The Ghost of GhostNets Australia’s Funding

Published On May 21, 2013 | By Amy Bishop | News

Art often reflects life – the good and the bad – and it can also highlight events and organisations and causes that we might not have known previously about.

Currently on show at Umbrella Studio in Townsville is Mesh – an exhibition by North Queensland artists, Lynnette Griffiths, Sue Ryan and Marion Gaemers of 2D and 3D works meshing together ideas and techniques utilising materials found in the environment. Mesh is related to and inspired by the GhostNets Art Project – a project involved with GhostNets Australia which since 2002, has removed more than 12,000 free floating fishing nets from the ocean and beaches.

"Dog" Sue Ryan, Marion Gaemers, Lynette Griffiths 2012-2013

“Dog” Sue Ryan, Marion Gaemers, Lynette Griffiths. Metal, Thongs, Netting, Rope, Fabric. 2012-2013. 100x50x30cm

“Ghost nets are fishing nets that have been abandoned at sea, lost accidentally, or deliberately discarded. They travel the oceans of the world with the currents and tides, continually fishing as they progress through the waters.” And GhostNets Australia aimed to remove the accumulating nets from the ocean.

Yet GhostNets Australia announced yesterday that their federal funding has not been renewed and the organisation will close down at the end of June.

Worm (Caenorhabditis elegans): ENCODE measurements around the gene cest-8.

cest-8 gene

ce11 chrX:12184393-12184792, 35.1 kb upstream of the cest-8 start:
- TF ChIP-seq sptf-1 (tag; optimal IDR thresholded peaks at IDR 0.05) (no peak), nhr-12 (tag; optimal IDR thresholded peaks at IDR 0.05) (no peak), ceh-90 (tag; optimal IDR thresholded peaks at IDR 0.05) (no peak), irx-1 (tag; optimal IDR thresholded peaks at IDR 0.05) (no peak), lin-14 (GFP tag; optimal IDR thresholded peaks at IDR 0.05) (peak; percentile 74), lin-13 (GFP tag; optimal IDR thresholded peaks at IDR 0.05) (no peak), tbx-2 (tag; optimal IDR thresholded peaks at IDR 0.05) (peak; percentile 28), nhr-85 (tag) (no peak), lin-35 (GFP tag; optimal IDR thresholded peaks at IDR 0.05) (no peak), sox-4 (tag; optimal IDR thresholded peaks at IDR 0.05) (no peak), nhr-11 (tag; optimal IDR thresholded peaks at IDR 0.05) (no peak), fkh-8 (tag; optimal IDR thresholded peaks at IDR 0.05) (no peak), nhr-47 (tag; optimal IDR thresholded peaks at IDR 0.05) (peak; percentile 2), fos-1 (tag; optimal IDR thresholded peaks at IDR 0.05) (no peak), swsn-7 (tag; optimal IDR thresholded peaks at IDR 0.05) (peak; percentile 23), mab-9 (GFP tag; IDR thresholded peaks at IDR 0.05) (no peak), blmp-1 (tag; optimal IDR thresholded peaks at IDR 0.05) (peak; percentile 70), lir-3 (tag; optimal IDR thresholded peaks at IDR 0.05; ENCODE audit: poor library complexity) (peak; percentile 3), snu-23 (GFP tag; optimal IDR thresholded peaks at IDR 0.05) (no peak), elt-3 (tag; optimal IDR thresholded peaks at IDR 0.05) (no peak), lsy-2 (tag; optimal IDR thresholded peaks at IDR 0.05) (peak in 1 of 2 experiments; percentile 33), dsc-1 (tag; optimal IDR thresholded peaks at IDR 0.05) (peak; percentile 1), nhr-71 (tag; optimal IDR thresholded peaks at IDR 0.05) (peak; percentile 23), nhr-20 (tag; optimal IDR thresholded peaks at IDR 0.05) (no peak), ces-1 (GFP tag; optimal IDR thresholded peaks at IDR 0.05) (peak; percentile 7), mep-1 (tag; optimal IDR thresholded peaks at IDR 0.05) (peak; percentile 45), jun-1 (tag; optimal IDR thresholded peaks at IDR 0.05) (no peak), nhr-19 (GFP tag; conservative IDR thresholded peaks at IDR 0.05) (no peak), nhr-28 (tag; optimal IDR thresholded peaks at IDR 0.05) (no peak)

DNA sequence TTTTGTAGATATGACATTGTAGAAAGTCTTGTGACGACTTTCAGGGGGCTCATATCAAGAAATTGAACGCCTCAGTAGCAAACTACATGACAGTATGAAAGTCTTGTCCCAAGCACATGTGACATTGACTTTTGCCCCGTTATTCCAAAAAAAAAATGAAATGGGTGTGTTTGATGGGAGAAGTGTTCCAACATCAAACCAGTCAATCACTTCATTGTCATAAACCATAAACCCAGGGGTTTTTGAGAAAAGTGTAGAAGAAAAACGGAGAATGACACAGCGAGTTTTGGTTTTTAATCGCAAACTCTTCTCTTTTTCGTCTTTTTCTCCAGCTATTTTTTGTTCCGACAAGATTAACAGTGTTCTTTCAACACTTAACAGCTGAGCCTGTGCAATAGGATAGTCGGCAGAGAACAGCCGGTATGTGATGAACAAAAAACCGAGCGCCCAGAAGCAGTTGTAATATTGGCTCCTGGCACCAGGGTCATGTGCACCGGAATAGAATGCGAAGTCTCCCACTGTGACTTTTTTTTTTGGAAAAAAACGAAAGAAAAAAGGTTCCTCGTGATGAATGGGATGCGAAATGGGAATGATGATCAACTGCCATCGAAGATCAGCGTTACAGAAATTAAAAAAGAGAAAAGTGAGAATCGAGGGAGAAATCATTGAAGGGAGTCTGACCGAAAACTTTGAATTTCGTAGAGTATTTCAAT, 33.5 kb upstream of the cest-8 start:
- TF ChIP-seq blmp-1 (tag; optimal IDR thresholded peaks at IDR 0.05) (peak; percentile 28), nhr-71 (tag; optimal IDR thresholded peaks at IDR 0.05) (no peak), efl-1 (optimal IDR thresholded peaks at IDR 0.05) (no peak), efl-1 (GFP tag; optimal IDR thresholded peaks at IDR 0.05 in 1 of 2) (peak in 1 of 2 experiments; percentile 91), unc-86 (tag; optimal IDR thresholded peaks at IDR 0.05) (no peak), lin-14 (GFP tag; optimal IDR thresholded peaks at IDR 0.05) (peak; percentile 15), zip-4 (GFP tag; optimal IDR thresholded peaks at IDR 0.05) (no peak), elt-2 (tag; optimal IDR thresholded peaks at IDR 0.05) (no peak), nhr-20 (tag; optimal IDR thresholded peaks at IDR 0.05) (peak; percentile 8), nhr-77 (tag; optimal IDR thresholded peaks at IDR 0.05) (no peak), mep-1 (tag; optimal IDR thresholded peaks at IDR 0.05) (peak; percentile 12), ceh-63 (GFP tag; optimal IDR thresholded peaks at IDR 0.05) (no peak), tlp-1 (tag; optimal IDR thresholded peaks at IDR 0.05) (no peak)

The works produced as part of the GhostNets Art Project has been exhibited in Cairns, Townsville, Sydney, Paris and many other places…

The organisation might soon be a ghost, but luckily in the meantime the art itself will stay with us, a reminder of a problem that unfortunately looks to be here to stay.

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About The Author

is a New Media Arts and Business graduate from James Cook University as well as a business development officer at Artgaze magazine. She is more often found in libraries, galleries, and coffee shops than her own home, dabbles as a facepainter, loves bad movies and turning regular parties into costume parties, and once moved to Germany for 6 months despite not speaking the language. She hopes to have many more adventures to ensure that any future ill-conceived memoir won't be completely boring.